Staff from Rabbie’s Trail Burners spent two days working on the Quiraing route, at Staffin, which attracts thousands of people each year.
The Quiraing is part of the Trotternish Ridge, which was formed by a series of ancient landslips, and is a hugely popular location for Hollywood films and various commercials in recent years.
Despite very tough weather conditions, seven hardy Rabbie’s drivers and office workers dug out a damaged and uneven section, created a stone-lined ramp, installed a culvert pipe and landscaped the area.
The path repairs came about through a new partnership with the Staffin Community Trust (SCT).
The community organisation secured a Heritage Lottery Fund grant of £522,000 for its Skye Ecomuseum project, which includes the Quiraing path route. Rabbie’s fleet transports passengers to popular Staffin sites like the Old Man of Storr, Lealt Gorge, the Kilt Rock, An Corran and the Quiraing.
The workers volunteered to become directly involved in the ecomuseum maintenance plan on the ground.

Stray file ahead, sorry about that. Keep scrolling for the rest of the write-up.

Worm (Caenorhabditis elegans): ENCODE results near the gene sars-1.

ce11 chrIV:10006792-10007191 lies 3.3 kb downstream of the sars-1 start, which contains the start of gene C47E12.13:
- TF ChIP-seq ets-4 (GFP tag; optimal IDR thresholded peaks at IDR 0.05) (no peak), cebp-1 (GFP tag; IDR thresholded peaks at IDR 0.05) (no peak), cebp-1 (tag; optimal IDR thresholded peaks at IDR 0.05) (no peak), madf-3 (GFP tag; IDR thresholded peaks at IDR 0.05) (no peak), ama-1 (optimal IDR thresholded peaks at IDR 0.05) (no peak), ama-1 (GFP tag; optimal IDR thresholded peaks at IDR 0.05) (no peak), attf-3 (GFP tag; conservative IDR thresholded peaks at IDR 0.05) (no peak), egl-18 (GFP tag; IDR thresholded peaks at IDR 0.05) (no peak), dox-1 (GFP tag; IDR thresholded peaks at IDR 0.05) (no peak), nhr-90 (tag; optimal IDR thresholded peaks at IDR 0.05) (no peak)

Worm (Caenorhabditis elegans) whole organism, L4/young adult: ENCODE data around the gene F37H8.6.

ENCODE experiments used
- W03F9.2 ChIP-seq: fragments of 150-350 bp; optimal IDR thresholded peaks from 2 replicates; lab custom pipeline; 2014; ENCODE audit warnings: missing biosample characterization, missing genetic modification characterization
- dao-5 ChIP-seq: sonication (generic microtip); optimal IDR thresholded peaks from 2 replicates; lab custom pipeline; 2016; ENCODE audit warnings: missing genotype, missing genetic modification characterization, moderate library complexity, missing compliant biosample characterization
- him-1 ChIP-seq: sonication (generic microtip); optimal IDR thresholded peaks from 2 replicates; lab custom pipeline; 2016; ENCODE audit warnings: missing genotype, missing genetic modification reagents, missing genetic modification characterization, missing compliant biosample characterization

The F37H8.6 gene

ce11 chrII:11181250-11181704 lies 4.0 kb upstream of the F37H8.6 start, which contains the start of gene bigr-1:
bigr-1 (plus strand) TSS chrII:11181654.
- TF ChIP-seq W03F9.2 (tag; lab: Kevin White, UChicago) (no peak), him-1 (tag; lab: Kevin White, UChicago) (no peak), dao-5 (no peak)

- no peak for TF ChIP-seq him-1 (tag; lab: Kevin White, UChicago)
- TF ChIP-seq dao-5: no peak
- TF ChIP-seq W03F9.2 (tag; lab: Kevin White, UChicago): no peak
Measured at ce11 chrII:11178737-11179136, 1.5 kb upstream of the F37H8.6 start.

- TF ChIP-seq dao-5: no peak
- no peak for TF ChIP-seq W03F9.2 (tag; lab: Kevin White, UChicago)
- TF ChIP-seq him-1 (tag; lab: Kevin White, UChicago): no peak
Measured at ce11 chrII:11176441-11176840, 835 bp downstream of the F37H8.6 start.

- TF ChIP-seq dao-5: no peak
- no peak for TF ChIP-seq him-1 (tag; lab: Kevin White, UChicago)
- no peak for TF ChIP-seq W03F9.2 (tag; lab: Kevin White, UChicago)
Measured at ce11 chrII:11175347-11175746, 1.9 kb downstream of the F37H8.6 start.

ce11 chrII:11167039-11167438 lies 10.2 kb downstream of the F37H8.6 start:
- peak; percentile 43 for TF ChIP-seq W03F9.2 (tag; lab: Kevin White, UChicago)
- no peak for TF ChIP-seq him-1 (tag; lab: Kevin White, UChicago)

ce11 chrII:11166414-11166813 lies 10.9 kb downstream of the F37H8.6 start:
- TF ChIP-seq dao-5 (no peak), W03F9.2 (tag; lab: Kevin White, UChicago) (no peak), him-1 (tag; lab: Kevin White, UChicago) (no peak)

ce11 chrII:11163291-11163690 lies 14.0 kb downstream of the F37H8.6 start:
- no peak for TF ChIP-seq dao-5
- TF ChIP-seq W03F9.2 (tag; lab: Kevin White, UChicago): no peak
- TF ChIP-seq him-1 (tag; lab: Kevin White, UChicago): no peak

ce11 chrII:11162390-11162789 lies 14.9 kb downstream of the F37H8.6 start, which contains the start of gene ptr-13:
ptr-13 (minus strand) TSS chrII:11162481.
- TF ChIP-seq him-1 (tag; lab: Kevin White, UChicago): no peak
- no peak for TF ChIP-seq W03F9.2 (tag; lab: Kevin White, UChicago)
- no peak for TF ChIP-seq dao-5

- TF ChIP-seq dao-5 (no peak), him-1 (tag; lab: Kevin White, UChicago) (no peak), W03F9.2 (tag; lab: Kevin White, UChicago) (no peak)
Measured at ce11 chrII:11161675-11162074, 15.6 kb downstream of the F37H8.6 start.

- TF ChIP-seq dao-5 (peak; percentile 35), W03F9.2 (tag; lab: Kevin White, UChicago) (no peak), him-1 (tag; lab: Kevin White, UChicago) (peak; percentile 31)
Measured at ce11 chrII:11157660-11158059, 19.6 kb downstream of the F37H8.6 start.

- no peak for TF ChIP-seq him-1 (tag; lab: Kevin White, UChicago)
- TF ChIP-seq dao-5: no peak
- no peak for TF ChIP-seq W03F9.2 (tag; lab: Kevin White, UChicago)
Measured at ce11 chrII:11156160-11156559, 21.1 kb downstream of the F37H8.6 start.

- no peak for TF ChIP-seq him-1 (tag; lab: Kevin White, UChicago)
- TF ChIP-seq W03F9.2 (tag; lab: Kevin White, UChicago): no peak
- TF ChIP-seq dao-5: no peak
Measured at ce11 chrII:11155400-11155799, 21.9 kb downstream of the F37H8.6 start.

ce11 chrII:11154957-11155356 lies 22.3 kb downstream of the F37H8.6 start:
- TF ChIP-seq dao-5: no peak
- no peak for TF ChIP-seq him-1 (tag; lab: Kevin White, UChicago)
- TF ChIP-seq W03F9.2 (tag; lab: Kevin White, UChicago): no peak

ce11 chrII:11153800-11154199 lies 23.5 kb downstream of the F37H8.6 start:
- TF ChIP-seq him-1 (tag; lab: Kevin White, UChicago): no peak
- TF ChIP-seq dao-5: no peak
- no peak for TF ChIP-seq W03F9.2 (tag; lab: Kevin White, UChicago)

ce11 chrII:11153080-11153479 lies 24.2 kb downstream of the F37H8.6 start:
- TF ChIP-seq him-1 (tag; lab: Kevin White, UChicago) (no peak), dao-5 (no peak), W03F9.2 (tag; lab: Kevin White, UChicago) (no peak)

Highland Council’s Skye access officer Donald Kennedy said: “The Rabbie’s volunteers were determined to carry out the path repairs, regardless of the extreme weather conditions, and the work was completed to a high standard. I was very impressed.”
SCT chairman Sandy Ogilvie said: “The Rabbie’s staff refused to let the grim weather get the better of them and stuck to the task brilliantly. The end result is a fantastic improvement for the season ahead. The trust has enjoyed working closely with them and now look forward to the start of the ecomuseum project proper.”
Duncan MacLachlan, Rabbie’s operations supervisor, said: “Over the years we have brought a great many visitors from around the world to enjoy the beautiful and dramatic scenery on the Isle of Skye.
“Helping to rebuild and maintain the paths on one of the island’s greatest landmarks has been a privilege for all involved.”